Like most other states in the U.S., the diminutive state of Delaware is facing a groundswell in its older population, which carries with it a growth in the demand for specialized senior services. There are currently around 17,000 Delawareans 65 and older living with Alzheimer’s disease or related dementia — a number projected to burgeon to 23,000 by the year 2025, an increase of more than 35 percent.
Helping Delaware gear up to meet the current demand and brace for the future strain on its system of supports and services for people with dementia, the Administration for Community Living recently awarded $898,324 to fund the state’s Alzheimer’s Disease Initiative, hoped to serve as a model for similar programs in other states.
While Delaware’s initiative has several components, including training caregivers and issuing vouchers for respite care, its primary focus will be on improving legal services.
According to Patricia Justice, attorney with the Delaware Division of Services for Aging and Adults With Physical Disabilities, legal services were seen as the biggest unmet need for the population. “Many people, particularly seniors, simply can’t afford to hire an attorney,” she says, quickly noting the reality that most attorneys are simply not well versed in dealing with the unique needs of people with dementia, anyway. Without specific training or a seasoned mentor to lead the way, many are effectively using their clients as guinea pigs. Lawyers surveyed were particularly ill-informed about the intricacies of Medicaid, called Medi-Cal in California.
To right this wrong, Delaware’s program included an intensive training for attorneys on the diagnoses and treatments of dementia, how to assess clients’ mental capacities, and local services available to help people with dementia and their caregivers. Those who completed it were deemed “dementia-friendly attorneys.”
Planners and participants in the training agreed that the most meaningful presentation was the portion by a man diagnosed with early onset Alzheimer’s disease and his wife, who talked about their personal experiences with legal planning and with living with the disease.
On the receiving end of the new knowledge gained through the training in Delaware’s initiative are those who participate in the initiative’s legal voucher program. All Delawareans diagnosed with Alzheimer’s disease or related dementia are eligible to receive one of the vouchers worth $275, which covers about a hour of a lawyer’s time to assist in planning future legal needs.
The Importance of Legal Planning
Justice adds that beyond poorly trained legal providers, additional barriers to focusing on future planning needs include denial that dementia exists and family dynamics in which two or more people are jockeying for control.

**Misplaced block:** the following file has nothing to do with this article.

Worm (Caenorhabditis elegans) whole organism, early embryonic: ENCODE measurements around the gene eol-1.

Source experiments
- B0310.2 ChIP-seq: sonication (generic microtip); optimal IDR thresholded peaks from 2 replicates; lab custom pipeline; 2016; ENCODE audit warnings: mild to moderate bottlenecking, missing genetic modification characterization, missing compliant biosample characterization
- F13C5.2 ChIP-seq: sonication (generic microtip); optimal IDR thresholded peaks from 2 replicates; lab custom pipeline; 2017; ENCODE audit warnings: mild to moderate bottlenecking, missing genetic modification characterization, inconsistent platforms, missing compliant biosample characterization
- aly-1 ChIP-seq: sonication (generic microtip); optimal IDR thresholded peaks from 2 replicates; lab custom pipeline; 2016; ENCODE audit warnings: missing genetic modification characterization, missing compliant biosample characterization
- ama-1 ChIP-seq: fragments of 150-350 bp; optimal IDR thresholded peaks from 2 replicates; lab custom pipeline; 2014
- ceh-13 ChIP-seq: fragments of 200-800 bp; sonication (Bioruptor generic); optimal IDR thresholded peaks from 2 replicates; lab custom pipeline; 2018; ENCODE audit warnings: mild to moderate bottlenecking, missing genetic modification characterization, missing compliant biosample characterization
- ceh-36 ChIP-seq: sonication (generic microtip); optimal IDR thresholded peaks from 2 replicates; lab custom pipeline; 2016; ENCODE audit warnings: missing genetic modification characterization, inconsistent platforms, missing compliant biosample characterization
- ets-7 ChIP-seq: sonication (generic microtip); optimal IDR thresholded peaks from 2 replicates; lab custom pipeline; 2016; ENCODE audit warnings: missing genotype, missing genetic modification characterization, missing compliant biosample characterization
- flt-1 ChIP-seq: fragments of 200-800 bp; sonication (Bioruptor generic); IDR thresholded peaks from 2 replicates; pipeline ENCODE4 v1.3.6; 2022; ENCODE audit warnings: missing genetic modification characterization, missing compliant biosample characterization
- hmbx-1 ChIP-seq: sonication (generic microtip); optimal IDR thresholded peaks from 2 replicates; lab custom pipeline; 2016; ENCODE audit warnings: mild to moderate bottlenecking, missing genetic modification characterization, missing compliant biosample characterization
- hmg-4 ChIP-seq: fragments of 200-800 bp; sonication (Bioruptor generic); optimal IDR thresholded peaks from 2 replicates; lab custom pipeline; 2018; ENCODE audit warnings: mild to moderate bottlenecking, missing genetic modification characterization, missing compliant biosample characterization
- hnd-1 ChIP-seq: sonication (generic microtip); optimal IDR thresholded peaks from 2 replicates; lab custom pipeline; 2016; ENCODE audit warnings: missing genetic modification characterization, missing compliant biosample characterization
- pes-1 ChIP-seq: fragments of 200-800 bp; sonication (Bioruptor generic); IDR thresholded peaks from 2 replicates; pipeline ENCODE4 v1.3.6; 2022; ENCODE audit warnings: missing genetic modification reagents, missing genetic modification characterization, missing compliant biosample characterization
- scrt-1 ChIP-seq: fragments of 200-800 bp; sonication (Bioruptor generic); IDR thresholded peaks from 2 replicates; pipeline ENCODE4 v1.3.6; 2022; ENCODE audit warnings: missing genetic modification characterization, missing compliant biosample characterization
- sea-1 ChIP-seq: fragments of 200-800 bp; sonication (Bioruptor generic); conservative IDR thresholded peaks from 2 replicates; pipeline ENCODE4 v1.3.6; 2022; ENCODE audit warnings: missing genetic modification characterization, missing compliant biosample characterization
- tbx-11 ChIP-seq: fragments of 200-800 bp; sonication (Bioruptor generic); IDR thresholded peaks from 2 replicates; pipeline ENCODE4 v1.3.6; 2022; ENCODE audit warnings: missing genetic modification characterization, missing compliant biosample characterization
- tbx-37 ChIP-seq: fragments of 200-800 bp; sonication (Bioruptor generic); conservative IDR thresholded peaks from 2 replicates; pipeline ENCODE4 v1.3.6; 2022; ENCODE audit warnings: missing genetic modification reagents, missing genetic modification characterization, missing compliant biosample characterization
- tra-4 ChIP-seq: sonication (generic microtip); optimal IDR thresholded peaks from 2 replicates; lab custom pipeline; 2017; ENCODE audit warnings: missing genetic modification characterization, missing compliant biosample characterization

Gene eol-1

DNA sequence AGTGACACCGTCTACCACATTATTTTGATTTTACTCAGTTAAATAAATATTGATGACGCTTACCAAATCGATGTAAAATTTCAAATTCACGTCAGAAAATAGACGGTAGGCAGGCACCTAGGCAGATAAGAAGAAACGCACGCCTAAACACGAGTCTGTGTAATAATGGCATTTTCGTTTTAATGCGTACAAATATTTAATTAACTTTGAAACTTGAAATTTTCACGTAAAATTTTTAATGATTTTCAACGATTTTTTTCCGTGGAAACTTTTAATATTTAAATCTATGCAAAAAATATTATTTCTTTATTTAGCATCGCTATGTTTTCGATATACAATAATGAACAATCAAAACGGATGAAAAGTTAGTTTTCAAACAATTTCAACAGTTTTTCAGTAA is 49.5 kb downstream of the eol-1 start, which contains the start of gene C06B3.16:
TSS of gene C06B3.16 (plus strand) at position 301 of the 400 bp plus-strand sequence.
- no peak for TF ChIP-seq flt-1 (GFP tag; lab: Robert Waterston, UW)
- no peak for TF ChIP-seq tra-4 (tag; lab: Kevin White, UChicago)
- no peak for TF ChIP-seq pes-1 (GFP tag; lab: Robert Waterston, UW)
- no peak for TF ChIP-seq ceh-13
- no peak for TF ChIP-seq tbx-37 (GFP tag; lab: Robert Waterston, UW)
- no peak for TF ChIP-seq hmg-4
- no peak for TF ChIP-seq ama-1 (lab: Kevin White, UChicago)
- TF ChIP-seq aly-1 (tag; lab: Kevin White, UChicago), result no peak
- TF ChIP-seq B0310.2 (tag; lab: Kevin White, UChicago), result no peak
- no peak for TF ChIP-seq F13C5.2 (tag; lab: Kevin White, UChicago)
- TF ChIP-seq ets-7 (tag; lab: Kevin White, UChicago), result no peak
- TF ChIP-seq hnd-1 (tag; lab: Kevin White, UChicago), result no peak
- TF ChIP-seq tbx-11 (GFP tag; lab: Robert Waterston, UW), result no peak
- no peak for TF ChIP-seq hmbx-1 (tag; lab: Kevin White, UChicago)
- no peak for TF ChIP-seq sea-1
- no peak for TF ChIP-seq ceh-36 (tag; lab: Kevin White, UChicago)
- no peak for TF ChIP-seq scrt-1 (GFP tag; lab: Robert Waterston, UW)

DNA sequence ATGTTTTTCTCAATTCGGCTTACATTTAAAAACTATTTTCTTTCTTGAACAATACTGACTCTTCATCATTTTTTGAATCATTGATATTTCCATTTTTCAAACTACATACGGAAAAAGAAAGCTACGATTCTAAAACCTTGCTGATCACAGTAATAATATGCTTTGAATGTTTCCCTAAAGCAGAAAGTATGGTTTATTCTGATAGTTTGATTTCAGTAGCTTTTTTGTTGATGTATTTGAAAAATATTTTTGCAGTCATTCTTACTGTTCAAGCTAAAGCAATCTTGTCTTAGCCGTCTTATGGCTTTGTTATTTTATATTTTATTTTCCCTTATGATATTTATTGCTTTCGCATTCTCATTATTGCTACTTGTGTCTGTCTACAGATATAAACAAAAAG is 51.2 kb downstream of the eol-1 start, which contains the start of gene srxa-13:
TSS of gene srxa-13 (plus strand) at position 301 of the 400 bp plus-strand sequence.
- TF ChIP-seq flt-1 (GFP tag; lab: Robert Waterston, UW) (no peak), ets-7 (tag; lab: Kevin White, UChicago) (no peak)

If it’s possible to plan ahead, however, the benefits are more than worth the effort. The umbrella term “legal planning” typically includes:
- Estate planning options — such as wills, trusts, and Medicaid applications, and
- Decisionmaking options — including advance healthcare directives, powers of attorney, and guardianships.
Many people with diminished mental capacity are still able to make decisions and finalize legal documents of various types.
But early planning, optimally before the dementia progresses very far, helps assure autonomy and peace of mind by giving the person affected the best chance to participate in making legal decisions likely to have a profound effect on his or her life. It can also help curb stress among family members by making an individual’s wishes specific and concrete. And importantly, it can help guard against future elder abuse and financial exploitation of people who have dementia — the most frequent targets of undue influence.
An unexpected boost, according to Justice: Planning can also help connect people with dementia and their caregivers to other local resources that may help them cope with everything from future care options to the intricacies of paying for them.
New Guides Help Lead the Way
The National Dementia Resource Center is also focused on the need for people with dementia and their families to do as much advance legal planning as possible. To that end, it recently published a series of consumer guides, Living With Dementia, specifically targeted to individuals in the early stages of dementia.
The four guides were created with thoughtfulness and attention to detail, with each covering a unique planning topic to keep them to manageable lengths. And to keep the text accessible for people with dementia, they are written in plain language, at a 7th or 8th grade reading level, and designed with lots of white space, large fonts, and vivid color contrast.
The Living With Dementia guides, which are free to download, cover:
- Financial Planning (PDF) — helping individuals plan how to manage their money and property
- Health Care Planning (PDF) — covering how to have ongoing conversations with health care providers, as well as considerations for naming agents to make decisions about care if a person is no longer able to do so
- Care Planning (PDF) — discussing the potential needs for increased care over time, as well as how to pay for it, and
- Making Decisions for Someone With Dementia (PDF) — covering both health and financial decisions, and the only guide written for the audience of family members as opposed to the person with dementia.